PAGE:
From Right Field: Glass Jaws and Lead Bellies

Today Romeo takes a peek at some interesting new Blue cards from Betrayers of Kamigawa and tries to add it all up to make a competitive new Mono-Blue Standard deck that is a bit off the beaten path. To help enhance Romeo’s swell verbiage and cheesecake links, we’ve also included some of Yawgatog’s outstanding photoshoppery to give you a sample of what is normally only available to Premium members. Enjoy!

{From Right Field is a column for Magic players on a budget or players who don’t want to play netdecks. The decks are designed to let the budget-conscious player be competitive in local, Saturday tournaments. They are not decks that will qualify a player for The Pro Tour. As such, the decks written about in this column are, almost by necessity, rogue decks. They contain, at most, eight to twelve rares. When they do contain rares, those cards will either be cheap rares or staples of which new players should be trying to collect a set of four, such as Wrath of God, City of Brass, or Birds of Paradise. The decks are also tested by the author, who isn’t very good at playing Magic. His playtest partners, however, are excellent. He will never claim that a deck has an 85% winning percentage against the entire field. He will also let you know when the decks are just plain lousy. Readers should never consider these decks “set in stone” or “done.” If you think you can change some cards to make them better, well, you probably can, and the author encourages you to do so.}

Before I get into this week’s piece, I’d like to address something that has been addressed to death by other folks in the last two weeks but on which I have yet to say anything. (Never let it be said that I won’t beat a dead horse.) I want to talk about my worries concerning StarCityGames.com Premium.

You see, like many of you, I was worried about Star City adding a premium service. Unlike many of you, it wasn’t because I thought that readers would stay away in droves or that the quality of writing would go down. Come on, folks. Think for a half a second. Do you really think that the quality of writing would go down when Star City went premium? The quality of writing is on the shoulders of us writers and Ted, Our Esteemed Editor ™. To think that “going premium” would equal “lower quality writing” means that you thought that Pete sent out something like this:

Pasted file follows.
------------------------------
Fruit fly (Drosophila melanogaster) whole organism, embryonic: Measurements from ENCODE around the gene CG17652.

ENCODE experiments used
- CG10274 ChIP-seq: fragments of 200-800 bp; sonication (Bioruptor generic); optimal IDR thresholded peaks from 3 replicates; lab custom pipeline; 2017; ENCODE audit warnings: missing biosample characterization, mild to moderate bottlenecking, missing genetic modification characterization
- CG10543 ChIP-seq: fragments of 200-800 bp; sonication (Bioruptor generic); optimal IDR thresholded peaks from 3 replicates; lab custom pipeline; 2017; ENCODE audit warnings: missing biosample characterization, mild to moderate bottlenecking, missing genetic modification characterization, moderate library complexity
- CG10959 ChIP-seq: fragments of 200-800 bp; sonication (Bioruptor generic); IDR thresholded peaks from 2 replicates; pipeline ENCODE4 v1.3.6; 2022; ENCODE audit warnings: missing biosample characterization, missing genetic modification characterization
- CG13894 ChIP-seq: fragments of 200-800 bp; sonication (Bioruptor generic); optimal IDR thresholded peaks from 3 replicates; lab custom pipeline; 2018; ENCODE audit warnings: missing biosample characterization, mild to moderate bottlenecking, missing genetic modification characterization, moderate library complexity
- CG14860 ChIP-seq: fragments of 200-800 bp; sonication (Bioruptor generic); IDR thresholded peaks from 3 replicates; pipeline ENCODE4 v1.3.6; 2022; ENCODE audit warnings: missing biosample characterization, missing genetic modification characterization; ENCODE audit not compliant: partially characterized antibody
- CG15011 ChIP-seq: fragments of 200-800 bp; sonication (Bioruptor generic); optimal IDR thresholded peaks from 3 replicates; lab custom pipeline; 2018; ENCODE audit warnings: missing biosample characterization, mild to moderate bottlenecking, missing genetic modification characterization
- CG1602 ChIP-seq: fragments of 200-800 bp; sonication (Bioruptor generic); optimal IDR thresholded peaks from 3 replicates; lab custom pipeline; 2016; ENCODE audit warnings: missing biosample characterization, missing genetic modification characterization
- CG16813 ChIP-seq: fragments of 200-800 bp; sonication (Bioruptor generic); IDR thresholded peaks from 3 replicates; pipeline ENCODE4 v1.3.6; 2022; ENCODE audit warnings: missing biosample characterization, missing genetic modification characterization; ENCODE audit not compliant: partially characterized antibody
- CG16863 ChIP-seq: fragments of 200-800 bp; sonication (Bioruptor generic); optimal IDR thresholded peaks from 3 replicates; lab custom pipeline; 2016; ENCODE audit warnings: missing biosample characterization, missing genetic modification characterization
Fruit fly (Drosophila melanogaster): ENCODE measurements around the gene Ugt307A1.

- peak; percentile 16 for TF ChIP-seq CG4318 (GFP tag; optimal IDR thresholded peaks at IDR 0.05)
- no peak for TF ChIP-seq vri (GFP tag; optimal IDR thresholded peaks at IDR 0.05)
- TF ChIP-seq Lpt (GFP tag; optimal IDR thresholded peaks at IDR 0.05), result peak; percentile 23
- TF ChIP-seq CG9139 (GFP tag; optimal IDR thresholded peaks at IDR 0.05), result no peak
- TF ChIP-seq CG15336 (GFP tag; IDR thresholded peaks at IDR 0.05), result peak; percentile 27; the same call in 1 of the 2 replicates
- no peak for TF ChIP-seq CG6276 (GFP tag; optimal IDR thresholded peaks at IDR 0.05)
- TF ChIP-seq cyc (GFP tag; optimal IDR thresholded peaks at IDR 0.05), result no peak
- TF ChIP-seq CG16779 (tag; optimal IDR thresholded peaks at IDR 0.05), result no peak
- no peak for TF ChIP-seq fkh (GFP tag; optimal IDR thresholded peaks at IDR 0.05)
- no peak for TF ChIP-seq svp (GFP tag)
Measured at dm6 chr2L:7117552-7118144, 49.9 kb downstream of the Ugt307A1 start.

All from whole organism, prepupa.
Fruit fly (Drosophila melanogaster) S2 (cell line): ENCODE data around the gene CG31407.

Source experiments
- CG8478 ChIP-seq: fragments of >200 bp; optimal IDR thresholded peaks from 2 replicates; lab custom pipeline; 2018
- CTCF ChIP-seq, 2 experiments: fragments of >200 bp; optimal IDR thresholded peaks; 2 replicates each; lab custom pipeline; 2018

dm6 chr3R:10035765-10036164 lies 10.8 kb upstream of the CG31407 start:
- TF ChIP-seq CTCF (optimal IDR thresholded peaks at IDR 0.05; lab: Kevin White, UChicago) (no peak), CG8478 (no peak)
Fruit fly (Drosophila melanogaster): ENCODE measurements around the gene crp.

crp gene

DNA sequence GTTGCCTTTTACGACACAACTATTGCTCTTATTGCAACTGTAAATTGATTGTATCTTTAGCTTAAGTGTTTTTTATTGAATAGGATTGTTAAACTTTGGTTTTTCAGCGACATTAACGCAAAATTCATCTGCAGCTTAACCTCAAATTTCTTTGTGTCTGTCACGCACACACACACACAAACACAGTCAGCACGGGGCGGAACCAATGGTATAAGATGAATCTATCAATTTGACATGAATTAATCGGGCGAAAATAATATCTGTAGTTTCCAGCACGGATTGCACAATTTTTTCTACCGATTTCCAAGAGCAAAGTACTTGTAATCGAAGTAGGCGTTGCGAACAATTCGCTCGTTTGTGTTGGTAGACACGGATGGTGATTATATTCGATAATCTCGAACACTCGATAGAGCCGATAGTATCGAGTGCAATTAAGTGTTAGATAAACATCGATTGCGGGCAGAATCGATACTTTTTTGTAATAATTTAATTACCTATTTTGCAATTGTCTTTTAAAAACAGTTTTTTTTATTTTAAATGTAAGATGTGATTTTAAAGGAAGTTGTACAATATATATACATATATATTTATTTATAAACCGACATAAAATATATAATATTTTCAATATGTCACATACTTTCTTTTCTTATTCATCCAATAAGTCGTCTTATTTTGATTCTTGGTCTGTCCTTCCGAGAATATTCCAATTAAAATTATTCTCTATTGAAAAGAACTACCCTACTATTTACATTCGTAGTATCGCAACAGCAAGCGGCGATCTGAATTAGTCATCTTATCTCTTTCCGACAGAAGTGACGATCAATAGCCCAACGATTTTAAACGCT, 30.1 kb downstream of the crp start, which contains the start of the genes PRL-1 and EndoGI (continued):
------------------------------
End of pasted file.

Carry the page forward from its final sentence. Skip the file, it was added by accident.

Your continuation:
Dear StarCity Writer,

We will be going premium. When that happens, please, write worse stuff.

Thanks for your cooperation,


There’s simply no other leap of logic that gets you from “they’re going premium” to “the quality of writing will suffer.” By the way, that letter from Pete? Didn’t happen. In fact, if any of the other writers were like me (Shaddup!), they felt even more pressure to write well after the announcement was made. All of a sudden, people would be paying to read this stuff. *gulp*

I was worried even more than most, I’m sure. I was already writing for a site that had people like Mike Flores, Dan Paskins, and Osyp Lebedowicz in the current stable as well as Jim Ferraiolo, and Ted Knutson. Heaven forbid Rizzo, Jay M-S, and Adrian Sullivan came back, I’d be sunk. Why would Star City need me? I was already the wounded wildebeest of the bunch. If anyone was going to get culled from the pack, it was me.

Next thing I knew, Pete and Ted were promising even more and better writers, like Zvi. I figured I wasn’t going to be writing for Star City anymore. So, I wrote to Ted:

Dear Ted,

Premium, huh? Wow. More and better talent. Gee. I see Zvi’s coming aboard, too. I presume you won’t be needing my humor-laden, strategy-barren pieces anymore, huh? So, thanks for the chance to write for you guys. Be seein’ you.


P.S. Here’s a pic of Fergie for old times’ sake.